POLITICS

$15-A-Day Childcare, Changes To Paid Parental Leave Under New Government Plan

The Government says it is "the most significant reform" in 40 years.

08/02/2017 9:57 AM AEDT | Updated 08/02/2017 12:06 PM AEDT
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Childcare changes are finally coming.

CANBERRA -- Malcolm Turnbull has announced what he called "the most significant reform to the early education and care system in 40 years", with a new family package to cut the cost of child care and give families more tax relief.

Reforms to child care have been on the table for some time, but efforts were stymied last year. On Wednesday, the second day of the new parliamentary year, Turnbull will introduce a bill which he says will give a family on $60,000-a-year access to $15-a-day childcare. Turnbull's plan also includes an extra two weeks of government-provided paid parental leave, now 20 weeks' worth up from 18 weeks, which is said will benefit 100,000 low-income families.

The changes will mean mothers who already have paid parental leave from their employer only have "access to Government-funded PPL up to a combined total of 20 weeks". This is to crack down on what the government infamously called "double-dipping", where parents could access paid leave from both the government and their employer. Under the government's plan, for example, if an employer provides 15 weeks of paid parental leave, the government will provide an additional five weeks for a total of 20 weeks.

The bill is said to include "more than $5.5 billion in Budget savings to ensure the reforms are fully paid for and the Budget is sustainable into the future", which comes from clamping down on the "double dipping" as well as winding back carbon tax compensation payments for low-income families.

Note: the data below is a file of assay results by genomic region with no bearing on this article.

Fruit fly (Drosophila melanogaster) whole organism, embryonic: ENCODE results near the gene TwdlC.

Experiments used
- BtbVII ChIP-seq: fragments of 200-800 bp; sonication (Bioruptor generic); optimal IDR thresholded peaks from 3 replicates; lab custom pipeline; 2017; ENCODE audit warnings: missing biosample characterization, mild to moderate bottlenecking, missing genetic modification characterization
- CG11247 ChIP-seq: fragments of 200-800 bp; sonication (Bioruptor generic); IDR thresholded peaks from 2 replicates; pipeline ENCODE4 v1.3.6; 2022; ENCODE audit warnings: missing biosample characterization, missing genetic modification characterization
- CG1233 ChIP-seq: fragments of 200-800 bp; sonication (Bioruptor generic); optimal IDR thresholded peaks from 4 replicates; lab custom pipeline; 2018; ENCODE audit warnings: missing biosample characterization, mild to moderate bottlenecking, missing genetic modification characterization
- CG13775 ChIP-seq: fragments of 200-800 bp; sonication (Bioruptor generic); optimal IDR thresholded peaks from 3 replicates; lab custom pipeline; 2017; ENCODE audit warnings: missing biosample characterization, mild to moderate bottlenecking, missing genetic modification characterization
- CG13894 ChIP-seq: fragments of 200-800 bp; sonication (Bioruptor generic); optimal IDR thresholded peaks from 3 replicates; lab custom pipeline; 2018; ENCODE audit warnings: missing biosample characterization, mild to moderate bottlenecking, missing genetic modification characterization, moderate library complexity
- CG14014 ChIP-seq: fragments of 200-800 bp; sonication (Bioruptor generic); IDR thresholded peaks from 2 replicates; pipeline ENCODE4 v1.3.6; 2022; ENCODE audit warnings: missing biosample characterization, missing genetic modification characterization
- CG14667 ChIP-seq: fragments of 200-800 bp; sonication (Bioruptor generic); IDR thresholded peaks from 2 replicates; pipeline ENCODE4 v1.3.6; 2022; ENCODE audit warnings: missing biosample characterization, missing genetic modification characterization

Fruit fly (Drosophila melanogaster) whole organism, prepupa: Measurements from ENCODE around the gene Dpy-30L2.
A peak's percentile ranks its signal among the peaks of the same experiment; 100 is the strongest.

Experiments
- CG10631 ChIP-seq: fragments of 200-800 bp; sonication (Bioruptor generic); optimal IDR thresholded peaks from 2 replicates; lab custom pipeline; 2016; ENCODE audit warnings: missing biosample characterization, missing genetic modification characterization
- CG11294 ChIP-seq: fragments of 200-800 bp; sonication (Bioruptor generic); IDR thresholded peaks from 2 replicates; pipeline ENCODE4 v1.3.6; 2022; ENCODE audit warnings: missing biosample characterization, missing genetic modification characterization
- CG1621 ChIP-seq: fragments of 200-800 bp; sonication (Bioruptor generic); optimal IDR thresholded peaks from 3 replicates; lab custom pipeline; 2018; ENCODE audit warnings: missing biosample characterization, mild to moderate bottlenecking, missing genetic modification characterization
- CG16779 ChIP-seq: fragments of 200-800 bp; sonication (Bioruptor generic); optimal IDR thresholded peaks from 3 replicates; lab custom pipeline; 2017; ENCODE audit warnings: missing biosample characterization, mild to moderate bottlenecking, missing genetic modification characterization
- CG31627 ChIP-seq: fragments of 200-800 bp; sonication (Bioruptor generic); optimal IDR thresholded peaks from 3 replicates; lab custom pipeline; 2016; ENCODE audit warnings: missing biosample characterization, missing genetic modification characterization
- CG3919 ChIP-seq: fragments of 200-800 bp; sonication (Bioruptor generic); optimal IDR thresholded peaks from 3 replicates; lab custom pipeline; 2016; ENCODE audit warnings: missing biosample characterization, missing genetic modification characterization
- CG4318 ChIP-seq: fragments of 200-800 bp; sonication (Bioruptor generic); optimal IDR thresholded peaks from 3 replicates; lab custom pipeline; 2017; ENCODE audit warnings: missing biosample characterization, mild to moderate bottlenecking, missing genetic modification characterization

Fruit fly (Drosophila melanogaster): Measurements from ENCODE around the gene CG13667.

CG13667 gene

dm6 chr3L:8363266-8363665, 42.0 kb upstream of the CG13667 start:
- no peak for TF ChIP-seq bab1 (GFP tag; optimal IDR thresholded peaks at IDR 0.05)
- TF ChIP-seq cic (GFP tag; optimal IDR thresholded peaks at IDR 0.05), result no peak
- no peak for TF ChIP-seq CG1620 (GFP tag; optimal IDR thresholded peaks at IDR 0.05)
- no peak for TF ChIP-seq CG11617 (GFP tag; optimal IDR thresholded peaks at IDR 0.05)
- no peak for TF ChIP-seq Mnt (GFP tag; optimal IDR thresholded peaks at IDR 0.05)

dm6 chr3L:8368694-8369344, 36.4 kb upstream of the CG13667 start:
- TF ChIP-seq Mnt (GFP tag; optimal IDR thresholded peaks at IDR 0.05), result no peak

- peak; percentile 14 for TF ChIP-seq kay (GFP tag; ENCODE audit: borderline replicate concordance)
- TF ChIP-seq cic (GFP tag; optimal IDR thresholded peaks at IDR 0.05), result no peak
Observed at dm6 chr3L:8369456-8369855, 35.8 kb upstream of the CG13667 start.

There are also changes to Centrelink payments, with a

"Our package of reforms will also increase fortnightly payments to people who receive Family Tax Benefit Part A by up to an additional $20 per fortnight per child up to 19 years of age," Turnbull said in a statement. The government had previously aimed to wind back the FTB, but the softening is thought to be a concession to win the approval of the Senate crossbench.

"This will deliver more timely assistance to 1.2 million families, helping parents in managing the day-to-day living expenses of their 2.2 million children."

Elsewhere in the Social Services Legislation Amendment (Omnibus and Child Care Reform) Bill 2017, the government will remove the $7,500 cap on the childcare rebate. The bill includes the 'Turnbull Government's Jobs for Families package', so a big part is about getting parents back to work.

"The Jobs for Families child care package is designed to put downward pressure on increases through our hourly rate cap, increases workforce involvement for 230,000 families and ensures the most vulnerable children get the best start in life," Turnbull said.


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